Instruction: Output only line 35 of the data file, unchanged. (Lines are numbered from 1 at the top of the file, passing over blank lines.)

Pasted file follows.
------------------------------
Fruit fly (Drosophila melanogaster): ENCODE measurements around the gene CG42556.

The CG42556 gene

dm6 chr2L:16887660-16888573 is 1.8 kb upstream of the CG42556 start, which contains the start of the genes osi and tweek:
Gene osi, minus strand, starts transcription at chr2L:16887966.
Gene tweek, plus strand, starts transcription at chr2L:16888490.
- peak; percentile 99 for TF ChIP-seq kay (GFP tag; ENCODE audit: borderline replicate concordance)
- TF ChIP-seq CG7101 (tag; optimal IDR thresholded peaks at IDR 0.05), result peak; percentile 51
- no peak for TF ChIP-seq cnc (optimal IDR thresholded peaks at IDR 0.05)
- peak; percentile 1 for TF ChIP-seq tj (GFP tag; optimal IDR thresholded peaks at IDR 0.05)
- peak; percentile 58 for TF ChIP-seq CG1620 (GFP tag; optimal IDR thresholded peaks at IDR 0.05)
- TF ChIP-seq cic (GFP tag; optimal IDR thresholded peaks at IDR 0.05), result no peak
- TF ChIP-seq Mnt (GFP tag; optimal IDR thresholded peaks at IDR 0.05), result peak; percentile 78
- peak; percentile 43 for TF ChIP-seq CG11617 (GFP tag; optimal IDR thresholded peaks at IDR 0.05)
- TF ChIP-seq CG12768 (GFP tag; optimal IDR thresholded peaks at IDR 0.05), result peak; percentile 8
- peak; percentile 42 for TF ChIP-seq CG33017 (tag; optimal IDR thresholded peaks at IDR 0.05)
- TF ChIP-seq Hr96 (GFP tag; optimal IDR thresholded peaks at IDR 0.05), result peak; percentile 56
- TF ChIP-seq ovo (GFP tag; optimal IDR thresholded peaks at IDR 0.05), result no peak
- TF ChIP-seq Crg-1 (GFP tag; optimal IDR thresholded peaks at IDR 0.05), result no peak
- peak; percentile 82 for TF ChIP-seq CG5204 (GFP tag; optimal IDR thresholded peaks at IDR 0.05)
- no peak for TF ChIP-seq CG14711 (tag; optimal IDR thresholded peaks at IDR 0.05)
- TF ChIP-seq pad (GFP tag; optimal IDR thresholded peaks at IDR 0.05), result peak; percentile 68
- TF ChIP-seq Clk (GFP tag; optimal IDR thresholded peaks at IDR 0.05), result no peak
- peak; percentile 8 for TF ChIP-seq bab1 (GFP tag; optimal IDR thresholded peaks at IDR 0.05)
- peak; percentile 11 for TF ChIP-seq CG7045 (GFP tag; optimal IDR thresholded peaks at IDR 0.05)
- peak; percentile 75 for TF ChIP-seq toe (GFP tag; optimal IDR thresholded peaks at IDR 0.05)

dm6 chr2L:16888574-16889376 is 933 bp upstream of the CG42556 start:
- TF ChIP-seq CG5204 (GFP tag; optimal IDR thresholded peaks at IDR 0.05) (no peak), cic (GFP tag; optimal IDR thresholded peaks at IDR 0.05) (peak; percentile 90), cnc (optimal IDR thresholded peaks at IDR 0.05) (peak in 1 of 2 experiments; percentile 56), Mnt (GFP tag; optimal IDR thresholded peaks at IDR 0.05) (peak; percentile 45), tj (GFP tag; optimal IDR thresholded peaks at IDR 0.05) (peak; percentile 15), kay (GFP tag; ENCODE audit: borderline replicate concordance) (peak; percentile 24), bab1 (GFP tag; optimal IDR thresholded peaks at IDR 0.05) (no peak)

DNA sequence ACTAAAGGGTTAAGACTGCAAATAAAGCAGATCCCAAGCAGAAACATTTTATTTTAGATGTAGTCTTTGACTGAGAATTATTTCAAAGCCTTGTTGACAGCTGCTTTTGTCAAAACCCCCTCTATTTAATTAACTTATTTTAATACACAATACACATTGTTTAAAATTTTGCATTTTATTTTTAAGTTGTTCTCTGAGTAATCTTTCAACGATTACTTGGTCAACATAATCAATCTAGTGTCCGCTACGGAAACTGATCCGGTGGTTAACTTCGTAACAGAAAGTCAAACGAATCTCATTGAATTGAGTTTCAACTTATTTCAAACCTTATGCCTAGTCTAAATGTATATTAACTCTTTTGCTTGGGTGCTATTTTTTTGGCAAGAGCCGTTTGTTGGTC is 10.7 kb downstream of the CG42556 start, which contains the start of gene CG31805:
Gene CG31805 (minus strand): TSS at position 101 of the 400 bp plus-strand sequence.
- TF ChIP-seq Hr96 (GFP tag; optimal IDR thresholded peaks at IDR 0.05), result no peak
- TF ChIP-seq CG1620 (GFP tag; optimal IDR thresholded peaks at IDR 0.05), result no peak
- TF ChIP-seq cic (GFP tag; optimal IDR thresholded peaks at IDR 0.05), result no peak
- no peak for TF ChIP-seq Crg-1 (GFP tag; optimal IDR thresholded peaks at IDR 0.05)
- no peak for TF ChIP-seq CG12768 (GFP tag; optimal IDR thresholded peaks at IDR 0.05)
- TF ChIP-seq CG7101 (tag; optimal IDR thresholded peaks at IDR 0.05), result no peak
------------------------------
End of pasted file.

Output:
- TF ChIP-seq CG7101 (tag; optimal IDR thresholded peaks at IDR 0.05), result no peak